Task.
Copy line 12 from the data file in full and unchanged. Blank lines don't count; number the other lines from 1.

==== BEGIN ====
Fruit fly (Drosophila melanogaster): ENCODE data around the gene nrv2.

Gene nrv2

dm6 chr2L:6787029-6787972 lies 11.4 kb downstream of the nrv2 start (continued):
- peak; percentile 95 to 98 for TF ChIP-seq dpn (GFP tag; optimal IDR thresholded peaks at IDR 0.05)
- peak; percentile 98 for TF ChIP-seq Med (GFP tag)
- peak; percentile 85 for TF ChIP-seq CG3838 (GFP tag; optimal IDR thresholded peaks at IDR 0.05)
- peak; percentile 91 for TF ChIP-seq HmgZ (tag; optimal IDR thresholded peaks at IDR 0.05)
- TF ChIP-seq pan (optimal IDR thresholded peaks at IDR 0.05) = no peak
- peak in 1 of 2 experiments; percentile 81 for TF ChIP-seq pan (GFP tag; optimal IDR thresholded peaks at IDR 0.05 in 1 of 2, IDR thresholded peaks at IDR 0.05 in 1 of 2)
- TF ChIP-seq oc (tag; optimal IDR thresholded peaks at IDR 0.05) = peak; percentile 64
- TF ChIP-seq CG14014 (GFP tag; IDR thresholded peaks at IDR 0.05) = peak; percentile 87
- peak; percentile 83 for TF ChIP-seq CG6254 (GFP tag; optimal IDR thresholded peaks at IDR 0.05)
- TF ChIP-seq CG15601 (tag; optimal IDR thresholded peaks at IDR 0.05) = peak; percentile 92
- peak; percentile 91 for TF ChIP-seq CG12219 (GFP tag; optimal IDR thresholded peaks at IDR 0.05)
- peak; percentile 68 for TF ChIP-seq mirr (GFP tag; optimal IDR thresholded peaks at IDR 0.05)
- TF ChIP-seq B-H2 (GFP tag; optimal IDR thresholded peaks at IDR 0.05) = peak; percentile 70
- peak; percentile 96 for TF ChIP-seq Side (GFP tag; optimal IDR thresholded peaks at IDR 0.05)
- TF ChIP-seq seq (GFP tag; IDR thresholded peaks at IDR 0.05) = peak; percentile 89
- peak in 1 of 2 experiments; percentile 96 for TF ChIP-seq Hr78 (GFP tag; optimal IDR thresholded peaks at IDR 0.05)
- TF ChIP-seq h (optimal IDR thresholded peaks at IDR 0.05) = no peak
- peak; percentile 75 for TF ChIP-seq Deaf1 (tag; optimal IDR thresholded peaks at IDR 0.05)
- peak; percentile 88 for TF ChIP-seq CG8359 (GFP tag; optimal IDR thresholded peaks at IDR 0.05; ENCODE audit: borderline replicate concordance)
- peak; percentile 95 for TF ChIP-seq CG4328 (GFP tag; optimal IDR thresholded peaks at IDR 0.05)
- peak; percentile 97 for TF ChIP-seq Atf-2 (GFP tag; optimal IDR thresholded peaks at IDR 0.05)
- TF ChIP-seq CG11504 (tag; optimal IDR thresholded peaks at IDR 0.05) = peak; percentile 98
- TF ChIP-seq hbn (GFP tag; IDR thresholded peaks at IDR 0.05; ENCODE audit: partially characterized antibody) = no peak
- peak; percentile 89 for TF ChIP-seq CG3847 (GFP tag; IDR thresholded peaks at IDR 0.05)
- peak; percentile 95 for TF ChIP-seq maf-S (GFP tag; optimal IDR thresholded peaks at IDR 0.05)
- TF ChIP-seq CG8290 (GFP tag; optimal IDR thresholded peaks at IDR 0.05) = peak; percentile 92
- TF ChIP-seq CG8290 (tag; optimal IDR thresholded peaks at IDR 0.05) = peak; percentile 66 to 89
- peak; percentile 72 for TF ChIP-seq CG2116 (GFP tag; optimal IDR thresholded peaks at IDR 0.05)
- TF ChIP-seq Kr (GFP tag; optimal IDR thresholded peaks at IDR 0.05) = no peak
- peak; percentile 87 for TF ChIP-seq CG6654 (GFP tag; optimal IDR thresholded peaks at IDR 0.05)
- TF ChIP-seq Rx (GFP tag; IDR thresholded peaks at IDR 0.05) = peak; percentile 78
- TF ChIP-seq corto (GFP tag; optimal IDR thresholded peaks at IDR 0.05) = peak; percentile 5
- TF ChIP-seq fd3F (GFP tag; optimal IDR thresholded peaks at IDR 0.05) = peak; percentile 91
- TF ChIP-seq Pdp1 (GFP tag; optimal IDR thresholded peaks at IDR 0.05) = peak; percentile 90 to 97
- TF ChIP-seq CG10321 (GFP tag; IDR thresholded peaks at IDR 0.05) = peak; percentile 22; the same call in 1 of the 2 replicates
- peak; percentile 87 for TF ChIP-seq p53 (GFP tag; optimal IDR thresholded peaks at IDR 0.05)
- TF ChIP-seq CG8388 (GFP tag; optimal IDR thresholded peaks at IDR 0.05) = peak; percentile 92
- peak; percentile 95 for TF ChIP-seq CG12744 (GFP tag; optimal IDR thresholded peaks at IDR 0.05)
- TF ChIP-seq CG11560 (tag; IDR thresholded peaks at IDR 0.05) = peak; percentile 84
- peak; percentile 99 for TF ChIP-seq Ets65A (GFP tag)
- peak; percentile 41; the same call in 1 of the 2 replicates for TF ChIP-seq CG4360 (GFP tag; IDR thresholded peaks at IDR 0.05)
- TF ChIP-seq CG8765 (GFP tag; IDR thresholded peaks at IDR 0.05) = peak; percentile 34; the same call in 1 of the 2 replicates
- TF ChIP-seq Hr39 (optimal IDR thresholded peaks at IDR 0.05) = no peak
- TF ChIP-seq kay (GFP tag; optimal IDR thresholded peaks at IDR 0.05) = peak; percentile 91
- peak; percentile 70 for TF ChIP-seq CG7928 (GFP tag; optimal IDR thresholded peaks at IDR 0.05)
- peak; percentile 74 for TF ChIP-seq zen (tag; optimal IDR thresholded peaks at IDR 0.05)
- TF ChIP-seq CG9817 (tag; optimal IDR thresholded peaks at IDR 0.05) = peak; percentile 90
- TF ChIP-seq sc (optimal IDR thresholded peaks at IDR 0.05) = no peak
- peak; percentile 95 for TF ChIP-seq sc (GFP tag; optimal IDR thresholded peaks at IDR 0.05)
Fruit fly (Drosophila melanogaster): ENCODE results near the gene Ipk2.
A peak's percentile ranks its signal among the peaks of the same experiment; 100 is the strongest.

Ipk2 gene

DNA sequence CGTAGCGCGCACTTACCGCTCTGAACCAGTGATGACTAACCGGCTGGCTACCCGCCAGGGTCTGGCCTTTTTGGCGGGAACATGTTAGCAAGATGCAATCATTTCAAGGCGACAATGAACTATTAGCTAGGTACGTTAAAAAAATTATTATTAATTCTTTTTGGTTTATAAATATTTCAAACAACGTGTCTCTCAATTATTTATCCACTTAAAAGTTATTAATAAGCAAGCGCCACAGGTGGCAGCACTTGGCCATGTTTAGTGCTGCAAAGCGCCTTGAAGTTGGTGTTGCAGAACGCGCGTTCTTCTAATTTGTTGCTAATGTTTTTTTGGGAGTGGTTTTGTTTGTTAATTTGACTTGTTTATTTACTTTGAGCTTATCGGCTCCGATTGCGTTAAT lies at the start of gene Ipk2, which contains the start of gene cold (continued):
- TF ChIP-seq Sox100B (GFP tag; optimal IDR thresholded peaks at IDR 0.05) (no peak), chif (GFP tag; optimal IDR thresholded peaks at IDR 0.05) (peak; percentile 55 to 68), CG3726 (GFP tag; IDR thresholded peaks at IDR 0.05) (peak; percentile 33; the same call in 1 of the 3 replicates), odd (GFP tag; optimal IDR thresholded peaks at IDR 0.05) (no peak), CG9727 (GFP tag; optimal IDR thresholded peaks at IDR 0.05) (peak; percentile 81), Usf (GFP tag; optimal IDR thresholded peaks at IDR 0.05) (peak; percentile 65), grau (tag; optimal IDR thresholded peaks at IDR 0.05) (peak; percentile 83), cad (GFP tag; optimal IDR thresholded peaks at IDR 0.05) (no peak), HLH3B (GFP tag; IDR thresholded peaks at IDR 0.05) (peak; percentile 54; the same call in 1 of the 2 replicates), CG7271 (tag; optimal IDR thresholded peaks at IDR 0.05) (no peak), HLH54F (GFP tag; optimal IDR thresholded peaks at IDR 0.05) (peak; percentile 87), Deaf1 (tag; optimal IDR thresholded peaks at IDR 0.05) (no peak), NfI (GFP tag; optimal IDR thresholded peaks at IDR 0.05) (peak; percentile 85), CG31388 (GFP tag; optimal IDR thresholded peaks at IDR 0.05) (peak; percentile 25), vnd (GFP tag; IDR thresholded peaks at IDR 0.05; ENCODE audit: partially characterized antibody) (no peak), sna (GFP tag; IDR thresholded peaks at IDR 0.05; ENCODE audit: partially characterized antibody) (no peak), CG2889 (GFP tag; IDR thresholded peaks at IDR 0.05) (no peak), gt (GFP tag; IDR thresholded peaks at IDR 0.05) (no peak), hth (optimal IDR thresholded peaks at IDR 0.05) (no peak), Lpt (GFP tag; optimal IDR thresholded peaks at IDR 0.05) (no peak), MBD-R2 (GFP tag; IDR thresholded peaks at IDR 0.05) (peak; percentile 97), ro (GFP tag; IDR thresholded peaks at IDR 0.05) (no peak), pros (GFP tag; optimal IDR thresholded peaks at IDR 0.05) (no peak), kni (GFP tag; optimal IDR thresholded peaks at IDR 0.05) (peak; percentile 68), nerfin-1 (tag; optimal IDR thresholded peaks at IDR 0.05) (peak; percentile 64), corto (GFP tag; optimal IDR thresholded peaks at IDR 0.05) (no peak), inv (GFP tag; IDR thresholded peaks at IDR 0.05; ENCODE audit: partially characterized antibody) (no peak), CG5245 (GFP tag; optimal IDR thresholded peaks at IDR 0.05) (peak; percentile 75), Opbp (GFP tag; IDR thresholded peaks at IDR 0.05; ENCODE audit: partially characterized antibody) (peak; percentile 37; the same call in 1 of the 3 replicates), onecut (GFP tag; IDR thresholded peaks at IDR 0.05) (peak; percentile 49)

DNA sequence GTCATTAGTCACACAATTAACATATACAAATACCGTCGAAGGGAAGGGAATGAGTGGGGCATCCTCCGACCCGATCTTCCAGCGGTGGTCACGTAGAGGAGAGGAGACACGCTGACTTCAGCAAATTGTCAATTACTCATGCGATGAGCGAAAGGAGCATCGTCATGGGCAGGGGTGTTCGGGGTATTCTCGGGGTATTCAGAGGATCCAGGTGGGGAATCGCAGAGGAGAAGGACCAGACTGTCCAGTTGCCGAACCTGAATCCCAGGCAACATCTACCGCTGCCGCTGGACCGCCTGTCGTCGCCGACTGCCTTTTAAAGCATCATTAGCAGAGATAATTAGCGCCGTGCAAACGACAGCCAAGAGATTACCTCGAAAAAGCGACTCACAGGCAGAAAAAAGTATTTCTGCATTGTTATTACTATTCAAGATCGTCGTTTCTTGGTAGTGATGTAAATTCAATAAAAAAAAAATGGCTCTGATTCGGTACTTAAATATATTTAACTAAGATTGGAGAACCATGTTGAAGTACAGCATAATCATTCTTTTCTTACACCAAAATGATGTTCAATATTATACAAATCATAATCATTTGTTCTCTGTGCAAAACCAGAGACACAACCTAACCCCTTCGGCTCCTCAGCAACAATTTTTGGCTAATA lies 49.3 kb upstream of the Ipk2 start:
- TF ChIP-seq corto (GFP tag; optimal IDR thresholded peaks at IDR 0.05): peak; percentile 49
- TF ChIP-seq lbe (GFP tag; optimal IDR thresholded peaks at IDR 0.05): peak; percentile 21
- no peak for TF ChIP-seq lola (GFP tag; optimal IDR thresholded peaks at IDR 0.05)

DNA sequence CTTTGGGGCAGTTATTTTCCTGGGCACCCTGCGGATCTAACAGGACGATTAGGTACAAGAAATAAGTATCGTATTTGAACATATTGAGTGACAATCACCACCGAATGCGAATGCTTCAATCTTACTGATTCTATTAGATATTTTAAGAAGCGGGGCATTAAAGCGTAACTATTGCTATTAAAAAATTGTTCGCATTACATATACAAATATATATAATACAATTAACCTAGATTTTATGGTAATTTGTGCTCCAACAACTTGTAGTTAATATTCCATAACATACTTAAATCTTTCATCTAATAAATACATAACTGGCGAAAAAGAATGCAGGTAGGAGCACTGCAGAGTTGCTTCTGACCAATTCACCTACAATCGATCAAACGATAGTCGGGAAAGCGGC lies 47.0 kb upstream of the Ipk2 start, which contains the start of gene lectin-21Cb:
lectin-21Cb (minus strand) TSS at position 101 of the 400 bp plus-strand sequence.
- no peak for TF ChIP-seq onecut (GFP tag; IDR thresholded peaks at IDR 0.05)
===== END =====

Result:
- peak; percentile 83 for TF ChIP-seq CG6254 (GFP tag; optimal IDR thresholded peaks at IDR 0.05)